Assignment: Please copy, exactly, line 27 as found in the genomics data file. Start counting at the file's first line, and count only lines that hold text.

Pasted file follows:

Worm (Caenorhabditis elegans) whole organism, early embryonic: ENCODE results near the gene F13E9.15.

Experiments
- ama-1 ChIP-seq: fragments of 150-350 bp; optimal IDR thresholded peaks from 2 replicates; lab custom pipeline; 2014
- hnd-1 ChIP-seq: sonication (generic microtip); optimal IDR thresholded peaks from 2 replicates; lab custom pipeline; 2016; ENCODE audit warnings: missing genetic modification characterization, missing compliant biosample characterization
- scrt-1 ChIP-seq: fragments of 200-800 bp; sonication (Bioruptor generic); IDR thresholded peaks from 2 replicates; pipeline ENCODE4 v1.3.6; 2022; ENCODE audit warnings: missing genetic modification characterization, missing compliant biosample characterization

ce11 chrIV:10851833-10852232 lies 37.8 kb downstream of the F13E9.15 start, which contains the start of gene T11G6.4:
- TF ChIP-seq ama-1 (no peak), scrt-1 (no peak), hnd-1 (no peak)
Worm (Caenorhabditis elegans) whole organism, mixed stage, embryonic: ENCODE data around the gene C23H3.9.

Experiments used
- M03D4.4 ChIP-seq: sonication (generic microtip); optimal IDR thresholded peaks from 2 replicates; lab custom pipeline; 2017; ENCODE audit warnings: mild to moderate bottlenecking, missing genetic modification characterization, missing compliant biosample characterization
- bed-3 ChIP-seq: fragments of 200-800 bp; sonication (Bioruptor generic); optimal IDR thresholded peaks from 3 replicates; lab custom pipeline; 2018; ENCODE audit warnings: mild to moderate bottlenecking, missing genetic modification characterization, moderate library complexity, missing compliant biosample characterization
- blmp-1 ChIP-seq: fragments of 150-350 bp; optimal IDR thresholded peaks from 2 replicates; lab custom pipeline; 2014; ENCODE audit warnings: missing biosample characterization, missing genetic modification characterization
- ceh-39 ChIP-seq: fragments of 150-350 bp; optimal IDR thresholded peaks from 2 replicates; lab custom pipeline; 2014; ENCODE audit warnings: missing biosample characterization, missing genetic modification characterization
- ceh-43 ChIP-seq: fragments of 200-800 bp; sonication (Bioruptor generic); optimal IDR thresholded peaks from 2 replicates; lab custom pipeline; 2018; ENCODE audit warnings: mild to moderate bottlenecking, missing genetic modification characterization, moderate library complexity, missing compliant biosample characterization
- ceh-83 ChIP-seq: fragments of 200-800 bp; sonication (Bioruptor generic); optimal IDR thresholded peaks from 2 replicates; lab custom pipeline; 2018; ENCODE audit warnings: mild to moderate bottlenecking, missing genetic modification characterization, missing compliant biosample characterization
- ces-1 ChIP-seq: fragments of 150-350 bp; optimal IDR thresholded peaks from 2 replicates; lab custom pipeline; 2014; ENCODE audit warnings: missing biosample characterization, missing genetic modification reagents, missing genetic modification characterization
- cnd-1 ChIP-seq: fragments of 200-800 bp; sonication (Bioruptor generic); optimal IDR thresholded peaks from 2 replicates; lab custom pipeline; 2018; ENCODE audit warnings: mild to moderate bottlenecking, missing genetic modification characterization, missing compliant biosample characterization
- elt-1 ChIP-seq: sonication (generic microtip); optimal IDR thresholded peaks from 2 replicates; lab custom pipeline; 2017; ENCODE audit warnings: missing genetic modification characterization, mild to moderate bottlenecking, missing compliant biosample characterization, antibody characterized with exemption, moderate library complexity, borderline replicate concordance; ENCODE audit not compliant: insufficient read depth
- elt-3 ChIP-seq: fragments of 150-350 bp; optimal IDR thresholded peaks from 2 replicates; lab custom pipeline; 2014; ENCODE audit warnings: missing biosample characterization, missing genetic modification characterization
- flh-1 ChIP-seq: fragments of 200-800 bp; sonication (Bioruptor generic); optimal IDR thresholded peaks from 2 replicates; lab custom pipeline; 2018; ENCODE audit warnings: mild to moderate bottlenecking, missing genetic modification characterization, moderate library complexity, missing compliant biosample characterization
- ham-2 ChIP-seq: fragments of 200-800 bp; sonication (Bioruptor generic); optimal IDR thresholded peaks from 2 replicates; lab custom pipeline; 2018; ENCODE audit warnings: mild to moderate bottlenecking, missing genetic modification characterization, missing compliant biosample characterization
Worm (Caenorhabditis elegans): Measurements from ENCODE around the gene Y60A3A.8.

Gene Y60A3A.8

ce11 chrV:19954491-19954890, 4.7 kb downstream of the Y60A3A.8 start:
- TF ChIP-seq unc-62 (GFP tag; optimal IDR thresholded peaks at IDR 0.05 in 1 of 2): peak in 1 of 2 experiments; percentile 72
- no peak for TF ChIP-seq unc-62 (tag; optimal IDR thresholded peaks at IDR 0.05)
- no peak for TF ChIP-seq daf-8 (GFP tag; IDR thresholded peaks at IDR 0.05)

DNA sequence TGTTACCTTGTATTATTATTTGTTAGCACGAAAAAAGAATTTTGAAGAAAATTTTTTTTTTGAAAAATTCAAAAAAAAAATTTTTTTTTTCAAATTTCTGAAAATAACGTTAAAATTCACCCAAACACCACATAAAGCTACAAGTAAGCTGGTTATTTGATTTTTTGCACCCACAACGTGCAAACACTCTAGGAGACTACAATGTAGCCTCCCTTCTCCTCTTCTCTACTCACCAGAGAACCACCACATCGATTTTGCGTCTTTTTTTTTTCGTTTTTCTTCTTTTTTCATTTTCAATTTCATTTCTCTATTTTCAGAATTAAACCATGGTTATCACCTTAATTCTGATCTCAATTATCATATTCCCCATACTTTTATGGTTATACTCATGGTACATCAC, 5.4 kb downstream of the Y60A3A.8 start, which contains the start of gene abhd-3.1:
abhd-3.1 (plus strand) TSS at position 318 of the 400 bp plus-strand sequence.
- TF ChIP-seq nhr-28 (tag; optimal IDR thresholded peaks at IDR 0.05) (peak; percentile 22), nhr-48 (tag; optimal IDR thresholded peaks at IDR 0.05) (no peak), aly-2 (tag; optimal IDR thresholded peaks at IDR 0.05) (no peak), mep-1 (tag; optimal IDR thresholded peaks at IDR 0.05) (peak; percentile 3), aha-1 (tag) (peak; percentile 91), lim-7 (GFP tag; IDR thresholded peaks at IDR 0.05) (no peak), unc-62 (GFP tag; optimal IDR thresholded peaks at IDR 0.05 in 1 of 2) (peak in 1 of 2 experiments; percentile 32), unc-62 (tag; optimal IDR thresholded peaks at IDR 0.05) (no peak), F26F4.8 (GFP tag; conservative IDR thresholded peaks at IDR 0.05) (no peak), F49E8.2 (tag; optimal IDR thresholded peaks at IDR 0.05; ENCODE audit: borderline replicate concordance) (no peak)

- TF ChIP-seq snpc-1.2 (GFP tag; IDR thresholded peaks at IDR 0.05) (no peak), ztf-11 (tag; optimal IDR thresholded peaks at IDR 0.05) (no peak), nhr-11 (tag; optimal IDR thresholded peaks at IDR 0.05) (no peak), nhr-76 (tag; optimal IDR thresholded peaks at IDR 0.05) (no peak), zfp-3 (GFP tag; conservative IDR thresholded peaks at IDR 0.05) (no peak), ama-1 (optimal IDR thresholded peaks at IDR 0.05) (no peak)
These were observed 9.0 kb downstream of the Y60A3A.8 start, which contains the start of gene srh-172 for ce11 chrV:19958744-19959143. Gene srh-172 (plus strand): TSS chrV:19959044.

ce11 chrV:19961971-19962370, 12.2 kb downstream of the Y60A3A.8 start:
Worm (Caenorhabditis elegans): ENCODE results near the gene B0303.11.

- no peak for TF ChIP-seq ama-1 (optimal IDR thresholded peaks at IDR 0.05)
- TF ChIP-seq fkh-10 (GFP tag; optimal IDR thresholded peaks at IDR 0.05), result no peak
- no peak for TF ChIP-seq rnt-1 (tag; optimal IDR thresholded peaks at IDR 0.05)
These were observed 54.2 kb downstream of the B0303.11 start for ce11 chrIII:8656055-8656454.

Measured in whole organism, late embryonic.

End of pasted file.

- no peak for TF ChIP-seq daf-8 (GFP tag; IDR thresholded peaks at IDR 0.05)